- "The Separation of Church and State" is a myth.
- The phrase is not found in the Constitution, the Declaration of Independence, the Bill of Rights or any of America's "organic law." It is probably the most dangerous myth in American politics.
- "The Separation of Churches and State" is a valid Constitutional principle.
- It means atheists should not be forced by the State to pay for "faith-based organizations." It means that the Presbyterians should not be legally favored over the Baptists.
- The Modern Myth of "Separation of Church and State" really means "the Separation of God and State."
- It is a denial that America is a nation "Under God." Not a single person who signed the Constitution agreed with this modern idea. A government that is not Under God is a government that thinks it is God.
"The Separation of Church and State" is obviously not true to the Original Intent of the Founding Fathers. Here is how the U.S. Supreme Court recently stated the "separation" concept in the recent Santa Fe vs. Doe (prayer before football) case:
|[Government] sponsorship of a religious message is impermissible because it sends the ancillary message to members of the audience who are nonadherants [sic] “that they are outsiders, not full members of the political community, and an accompanying message to adherants [sic] that they are insiders, favored members of the political community.” The delivery of such a message–over the school’s public address system, by a speaker representing the student body, under the supervision of school faculty,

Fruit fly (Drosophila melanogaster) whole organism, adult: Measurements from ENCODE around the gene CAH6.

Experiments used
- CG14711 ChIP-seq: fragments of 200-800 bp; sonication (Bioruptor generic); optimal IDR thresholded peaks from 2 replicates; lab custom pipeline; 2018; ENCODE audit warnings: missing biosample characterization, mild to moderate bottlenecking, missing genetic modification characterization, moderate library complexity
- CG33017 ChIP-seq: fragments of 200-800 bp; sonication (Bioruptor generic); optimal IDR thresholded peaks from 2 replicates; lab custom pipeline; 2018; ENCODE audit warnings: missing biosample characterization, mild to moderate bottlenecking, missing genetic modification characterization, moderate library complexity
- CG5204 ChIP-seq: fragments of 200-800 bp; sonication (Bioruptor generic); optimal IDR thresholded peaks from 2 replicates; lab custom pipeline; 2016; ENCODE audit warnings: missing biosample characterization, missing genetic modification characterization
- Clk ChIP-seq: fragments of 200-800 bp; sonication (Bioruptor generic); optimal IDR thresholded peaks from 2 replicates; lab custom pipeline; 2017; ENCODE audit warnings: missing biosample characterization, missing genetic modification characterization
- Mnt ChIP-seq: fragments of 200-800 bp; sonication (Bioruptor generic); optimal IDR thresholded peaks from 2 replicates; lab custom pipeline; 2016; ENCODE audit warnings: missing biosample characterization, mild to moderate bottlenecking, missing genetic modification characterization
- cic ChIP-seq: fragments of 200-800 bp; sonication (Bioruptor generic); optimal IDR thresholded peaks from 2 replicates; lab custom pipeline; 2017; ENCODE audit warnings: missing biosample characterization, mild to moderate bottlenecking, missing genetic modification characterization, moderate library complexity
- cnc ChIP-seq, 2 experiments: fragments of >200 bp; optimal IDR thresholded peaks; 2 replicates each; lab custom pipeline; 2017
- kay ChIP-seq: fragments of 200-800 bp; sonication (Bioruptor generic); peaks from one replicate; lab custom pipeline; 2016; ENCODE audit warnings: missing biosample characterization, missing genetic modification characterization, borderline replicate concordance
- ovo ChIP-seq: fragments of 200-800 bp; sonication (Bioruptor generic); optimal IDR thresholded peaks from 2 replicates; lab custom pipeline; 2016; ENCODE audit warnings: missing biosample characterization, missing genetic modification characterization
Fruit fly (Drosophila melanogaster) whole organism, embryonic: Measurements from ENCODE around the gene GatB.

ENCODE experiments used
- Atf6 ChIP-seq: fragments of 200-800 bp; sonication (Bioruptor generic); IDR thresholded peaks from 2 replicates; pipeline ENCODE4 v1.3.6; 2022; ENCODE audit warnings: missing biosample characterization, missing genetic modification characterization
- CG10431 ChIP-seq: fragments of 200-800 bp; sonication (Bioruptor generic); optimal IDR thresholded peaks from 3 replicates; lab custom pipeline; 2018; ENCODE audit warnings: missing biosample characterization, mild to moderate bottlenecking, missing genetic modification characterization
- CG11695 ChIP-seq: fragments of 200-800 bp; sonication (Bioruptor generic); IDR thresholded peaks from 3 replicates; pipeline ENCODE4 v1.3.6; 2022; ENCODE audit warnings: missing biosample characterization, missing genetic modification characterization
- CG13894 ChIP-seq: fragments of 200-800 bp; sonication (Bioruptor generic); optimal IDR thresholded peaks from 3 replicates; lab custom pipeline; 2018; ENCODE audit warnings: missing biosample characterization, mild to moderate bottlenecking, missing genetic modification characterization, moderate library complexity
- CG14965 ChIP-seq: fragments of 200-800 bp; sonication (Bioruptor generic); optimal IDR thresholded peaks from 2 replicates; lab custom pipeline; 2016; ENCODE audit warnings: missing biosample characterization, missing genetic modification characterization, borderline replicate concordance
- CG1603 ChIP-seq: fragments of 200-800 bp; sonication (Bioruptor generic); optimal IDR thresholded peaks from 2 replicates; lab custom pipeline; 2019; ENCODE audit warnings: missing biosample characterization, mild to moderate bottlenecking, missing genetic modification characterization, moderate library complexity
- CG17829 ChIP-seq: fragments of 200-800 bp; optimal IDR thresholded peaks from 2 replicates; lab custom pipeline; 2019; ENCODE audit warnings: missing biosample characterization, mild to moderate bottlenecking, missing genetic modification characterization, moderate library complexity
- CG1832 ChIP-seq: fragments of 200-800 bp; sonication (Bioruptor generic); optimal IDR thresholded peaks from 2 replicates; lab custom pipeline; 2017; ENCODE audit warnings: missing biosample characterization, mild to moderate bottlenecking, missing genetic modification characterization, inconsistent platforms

and pursuant to a school policy that explicitly and implicitly encourages public prayer – is [unconstitutional].
- America is based on a "religious message" -- it's our very foundation.
- "In God We Trust" is our nation's official motto.
The Court is correct in suggesting that "one nation under God" could make an atheist feel like a "second class citizen," "left out," "not a full member of the political community," and other phrases various Justices have used. But this only proves that the Court is wrong to worry about how atheists feel. Obviously none of America's Founding Fathers were worried about how atheists felt when our Founders declared that God created us and will eventually judge us, and that these were "self-evident" truths. The Founding Fathers clearly endorsed
and publicly promoted the true religion, Christianity.
George Washington, in one of the most famous addresses in American history, said:
|Of all the dispositions and habits which lead to political prosperity, religion and morality are indispensable supports. In vain would that man claim the tribute of patriotism who should labor to subvert these great pillars of human happiness—these firmest props of the duties of men and citizens. The mere politician, equally with the pious man, ought to respect and to cherish them. A volume could not trace all their connections with private and public felicity. Let it simply be asked, "where is the security for property, for reputation, for life, if the sense of religious obligation desert the oaths which are the instruments of investigation in courts of justice?" And let us with caution indulge the supposition that morality can be maintained
without religion. Whatever may be conceded to the influence of refined education on minds of peculiar structure, reason and experience both forbid us to expect that national morality can prevail in exclusion of religious principle.
Our nation's second President, John Adams, did not believe in the modern myth of "separation of church and state." Read his official proclamation.